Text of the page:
But given the divergent uses to which this language has been put — many of them coupled with terms like “growth,” “development,” “capitalism,” and the like — critics have found sustainability talk to be vague and unsatisfying. (I won’t even get started here on “natural capital,” “ecosystem services,” and the other terminological sleight-of-hand intended to convince the powers-that-be that nature is good for capitalism.)

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The Washington Post reports that “Ruthenium-106, named after Russia” has been wafting all across Europe.

Two quick observations here.

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The frame game

Spin the dial and see where it lands. Take several steps in that direction. Look around. Spin again.

1. Struggle, or The World at War Frame: We are at war. The war is between the good guys and the bad guys. We must triumph. (Variations: The war is between those who are plundering the planet for their own benefit and those who are trying to rein in the plunder and set us onto a better, more viable and sustainable track. The war is between the capitalists and the people, between patriarchy and women, between the state/authoritarianism and freedom, between the racists/colonizers and the rest of us, between the North and the South, between the godly and the godless, et al. Make your own variations.)

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Here’s something I’ve written to accompany a reading and discussion of Arturo Escobar’s piece “Thinking-feeling with the Earth: Territorial Struggles and the Ontological Dimensions of the Epistemologies of the South,” which I proposed as my suggested reading contribution for an intro graduate class in Environment and Society. I’m sharing it here as a brief think-piece. 

1. If we could somehow momentarily shed our western cultural lenses and see the world both trans-culturally and trans-historically, we would see that the relationship between people and land is perhaps the central issue for any study of either people or land.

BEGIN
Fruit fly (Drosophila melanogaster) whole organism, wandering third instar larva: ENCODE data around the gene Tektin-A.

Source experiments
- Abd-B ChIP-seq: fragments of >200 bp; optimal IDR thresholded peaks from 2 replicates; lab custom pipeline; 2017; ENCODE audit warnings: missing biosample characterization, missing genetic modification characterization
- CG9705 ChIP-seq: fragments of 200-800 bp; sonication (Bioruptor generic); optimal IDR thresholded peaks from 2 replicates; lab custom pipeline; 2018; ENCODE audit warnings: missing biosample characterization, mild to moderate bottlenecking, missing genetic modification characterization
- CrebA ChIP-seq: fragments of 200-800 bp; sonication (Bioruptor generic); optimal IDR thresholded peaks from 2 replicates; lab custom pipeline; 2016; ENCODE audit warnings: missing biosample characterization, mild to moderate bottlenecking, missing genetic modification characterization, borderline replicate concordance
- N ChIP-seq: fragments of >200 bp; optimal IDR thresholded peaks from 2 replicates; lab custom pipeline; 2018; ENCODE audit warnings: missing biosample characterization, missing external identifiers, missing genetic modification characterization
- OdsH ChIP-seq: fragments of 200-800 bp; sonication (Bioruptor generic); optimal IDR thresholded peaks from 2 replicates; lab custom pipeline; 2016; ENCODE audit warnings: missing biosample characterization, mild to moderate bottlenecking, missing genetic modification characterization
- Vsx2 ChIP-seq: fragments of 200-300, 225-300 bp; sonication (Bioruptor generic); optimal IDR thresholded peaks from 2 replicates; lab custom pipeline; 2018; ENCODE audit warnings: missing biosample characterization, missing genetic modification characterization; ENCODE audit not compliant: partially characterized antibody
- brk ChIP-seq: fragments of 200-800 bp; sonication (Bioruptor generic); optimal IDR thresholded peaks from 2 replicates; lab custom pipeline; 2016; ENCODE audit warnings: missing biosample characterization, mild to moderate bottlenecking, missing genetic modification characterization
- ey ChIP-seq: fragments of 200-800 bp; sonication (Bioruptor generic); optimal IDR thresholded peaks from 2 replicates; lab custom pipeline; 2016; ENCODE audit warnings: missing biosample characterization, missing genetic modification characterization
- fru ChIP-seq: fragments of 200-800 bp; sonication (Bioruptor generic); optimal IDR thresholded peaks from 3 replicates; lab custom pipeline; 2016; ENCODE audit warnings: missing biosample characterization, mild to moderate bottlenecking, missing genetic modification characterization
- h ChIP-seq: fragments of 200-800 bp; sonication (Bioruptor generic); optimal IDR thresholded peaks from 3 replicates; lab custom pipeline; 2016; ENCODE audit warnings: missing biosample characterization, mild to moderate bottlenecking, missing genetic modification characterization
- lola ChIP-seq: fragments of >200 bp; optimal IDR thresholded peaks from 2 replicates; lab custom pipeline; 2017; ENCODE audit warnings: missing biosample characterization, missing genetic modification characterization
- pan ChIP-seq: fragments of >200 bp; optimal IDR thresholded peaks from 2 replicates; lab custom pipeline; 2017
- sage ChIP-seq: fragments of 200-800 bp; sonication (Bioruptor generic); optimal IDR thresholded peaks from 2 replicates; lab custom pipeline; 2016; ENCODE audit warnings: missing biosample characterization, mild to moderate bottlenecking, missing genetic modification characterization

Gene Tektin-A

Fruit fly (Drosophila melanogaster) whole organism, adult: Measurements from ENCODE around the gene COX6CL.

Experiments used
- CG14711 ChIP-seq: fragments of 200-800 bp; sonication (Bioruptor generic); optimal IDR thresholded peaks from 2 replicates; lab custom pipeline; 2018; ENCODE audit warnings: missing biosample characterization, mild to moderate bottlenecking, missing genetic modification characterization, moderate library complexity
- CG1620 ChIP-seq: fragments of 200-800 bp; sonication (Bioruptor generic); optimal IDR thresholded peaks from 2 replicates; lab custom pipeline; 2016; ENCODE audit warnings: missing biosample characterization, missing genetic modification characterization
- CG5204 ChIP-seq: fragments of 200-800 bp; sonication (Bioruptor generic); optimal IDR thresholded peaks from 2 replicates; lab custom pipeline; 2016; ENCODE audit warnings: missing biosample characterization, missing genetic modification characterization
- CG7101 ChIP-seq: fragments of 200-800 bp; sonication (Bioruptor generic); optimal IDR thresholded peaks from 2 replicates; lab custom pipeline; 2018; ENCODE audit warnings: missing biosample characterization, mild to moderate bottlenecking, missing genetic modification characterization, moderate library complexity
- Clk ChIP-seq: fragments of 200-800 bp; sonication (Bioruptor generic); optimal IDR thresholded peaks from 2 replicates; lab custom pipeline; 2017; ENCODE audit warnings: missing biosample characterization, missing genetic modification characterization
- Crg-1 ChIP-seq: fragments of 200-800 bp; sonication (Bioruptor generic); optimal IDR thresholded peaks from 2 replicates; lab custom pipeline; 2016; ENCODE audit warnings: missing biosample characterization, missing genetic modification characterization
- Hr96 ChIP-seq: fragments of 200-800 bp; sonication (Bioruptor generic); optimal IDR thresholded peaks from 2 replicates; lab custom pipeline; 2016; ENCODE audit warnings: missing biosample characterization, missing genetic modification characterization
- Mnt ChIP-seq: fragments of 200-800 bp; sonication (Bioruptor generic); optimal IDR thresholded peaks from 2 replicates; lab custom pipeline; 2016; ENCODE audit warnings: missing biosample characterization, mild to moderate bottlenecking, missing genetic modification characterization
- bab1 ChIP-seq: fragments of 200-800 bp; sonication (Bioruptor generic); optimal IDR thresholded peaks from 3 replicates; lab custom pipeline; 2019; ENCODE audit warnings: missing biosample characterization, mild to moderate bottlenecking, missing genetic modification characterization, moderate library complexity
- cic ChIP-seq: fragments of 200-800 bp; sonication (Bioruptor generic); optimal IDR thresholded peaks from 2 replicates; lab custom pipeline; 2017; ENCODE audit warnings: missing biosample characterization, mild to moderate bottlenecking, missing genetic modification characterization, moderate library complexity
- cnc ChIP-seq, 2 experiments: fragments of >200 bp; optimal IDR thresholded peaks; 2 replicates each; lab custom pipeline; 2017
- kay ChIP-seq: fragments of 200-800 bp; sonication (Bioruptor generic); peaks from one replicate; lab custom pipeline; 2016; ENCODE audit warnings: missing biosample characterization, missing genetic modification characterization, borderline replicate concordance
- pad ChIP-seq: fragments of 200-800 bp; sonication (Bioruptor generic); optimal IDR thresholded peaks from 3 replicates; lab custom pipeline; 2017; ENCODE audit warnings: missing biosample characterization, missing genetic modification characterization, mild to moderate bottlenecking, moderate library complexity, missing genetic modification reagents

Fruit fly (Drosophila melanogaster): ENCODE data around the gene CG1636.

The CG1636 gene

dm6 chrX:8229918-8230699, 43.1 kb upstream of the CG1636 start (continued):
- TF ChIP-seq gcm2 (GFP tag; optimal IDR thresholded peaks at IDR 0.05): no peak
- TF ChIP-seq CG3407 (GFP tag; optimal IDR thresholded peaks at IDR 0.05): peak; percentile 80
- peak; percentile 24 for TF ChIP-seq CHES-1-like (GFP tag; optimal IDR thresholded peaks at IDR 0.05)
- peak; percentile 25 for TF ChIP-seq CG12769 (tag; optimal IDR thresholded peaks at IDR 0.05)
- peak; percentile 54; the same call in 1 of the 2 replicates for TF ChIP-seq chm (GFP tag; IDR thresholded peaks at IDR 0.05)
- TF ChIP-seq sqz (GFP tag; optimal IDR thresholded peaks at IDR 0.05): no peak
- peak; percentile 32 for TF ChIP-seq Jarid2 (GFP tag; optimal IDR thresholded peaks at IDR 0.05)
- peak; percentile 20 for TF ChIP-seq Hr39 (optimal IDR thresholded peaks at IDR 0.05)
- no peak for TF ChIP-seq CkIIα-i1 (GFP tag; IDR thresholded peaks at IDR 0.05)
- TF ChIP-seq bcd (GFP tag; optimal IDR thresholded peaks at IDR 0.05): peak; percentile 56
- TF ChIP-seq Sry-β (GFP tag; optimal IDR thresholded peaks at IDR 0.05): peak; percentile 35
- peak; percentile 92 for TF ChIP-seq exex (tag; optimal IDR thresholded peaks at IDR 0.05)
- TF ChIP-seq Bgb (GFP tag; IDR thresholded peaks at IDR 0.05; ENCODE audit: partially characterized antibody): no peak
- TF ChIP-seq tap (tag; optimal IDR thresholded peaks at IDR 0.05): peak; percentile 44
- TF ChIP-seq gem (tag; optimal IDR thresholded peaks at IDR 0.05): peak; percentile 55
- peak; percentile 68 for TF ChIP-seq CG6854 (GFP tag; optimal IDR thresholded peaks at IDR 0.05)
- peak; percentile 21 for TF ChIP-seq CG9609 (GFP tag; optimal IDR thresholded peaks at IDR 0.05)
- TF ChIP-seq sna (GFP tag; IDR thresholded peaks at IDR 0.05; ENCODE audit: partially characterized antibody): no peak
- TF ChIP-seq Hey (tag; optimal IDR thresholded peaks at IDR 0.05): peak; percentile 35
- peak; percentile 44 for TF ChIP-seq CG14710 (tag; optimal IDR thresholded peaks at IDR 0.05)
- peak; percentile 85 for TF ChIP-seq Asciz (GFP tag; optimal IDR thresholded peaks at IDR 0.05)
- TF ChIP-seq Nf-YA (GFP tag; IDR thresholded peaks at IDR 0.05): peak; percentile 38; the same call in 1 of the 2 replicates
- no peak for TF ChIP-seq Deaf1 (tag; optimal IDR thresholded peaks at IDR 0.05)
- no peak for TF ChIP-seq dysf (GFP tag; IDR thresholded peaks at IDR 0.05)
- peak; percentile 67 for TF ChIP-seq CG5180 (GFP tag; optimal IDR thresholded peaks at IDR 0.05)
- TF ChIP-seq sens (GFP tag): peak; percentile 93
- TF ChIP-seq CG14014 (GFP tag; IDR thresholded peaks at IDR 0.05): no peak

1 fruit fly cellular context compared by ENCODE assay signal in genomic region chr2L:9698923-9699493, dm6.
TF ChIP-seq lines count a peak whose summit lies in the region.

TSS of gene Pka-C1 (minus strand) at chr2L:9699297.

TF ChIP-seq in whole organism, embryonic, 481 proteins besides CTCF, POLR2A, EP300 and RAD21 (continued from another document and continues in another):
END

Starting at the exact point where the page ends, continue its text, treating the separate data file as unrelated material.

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There is an irony in The Nature Conservancy’s headline heralding a “new study” that “finds nature is vital to beating climate change.” The sub-title adds that “Nature could cost-effectively deliver over a third of greenhouse gas emissions reductions required to prevent dangerous levels of global warming.”

For one thing, what is the “nature” that would be “cost-effectively” corralled into doing this work? And for whom? (For us, of course.)

What is climate change if not “nature’s” response to the carbon emissions and other things that industrial systems have been spewing into the atmosphere for two centuries. Continue Reading »

I think it’s fair to say that the United States is in a state of cultural civil war.

It is cultural war in the sense that it is a war fought with signs and symbols rather than with guns — signs and symbols intended to elicit affiliation, allegiance, and identification with one or another party to the war.

It is civil war not only because it concerns a rift within the civic order of the society, but also in the sense of its relative civility, in contrast to the incivility of physical or military conflict. The relationship of this kind of cultural civil conflict to real civil conflict is similar to the relationship between “civil religion” — or the assumed quasi-religion of a civil society, the glue that holds it together — to “real” religion: it is conducted in the same ways, but without the overt manifestations that make it “war” (or “religion”).

Cultural civil conflicts work on the affective and emotional registers much more than they work on the cognitive and rational registers. Continue Reading »

For those following the debate over the article “The Case for Colonialism,” the following adds little new. It’s mostly a way of summarizing the issue and collecting some useful links in one place. 

There’s a lesson for academia in the flare-up over the Third World Quarterly article “The Case for Colonialism” by Bruce Gilley. The article was published after undergoing peer review in which multiple reviewers recommended its rejection. One of these specifically rejected its publication as a “Viewpoints” article, which in the journal’s lexicon designates articles that are more in the vein of an opinion piece than a scholarly research piece. Continue Reading »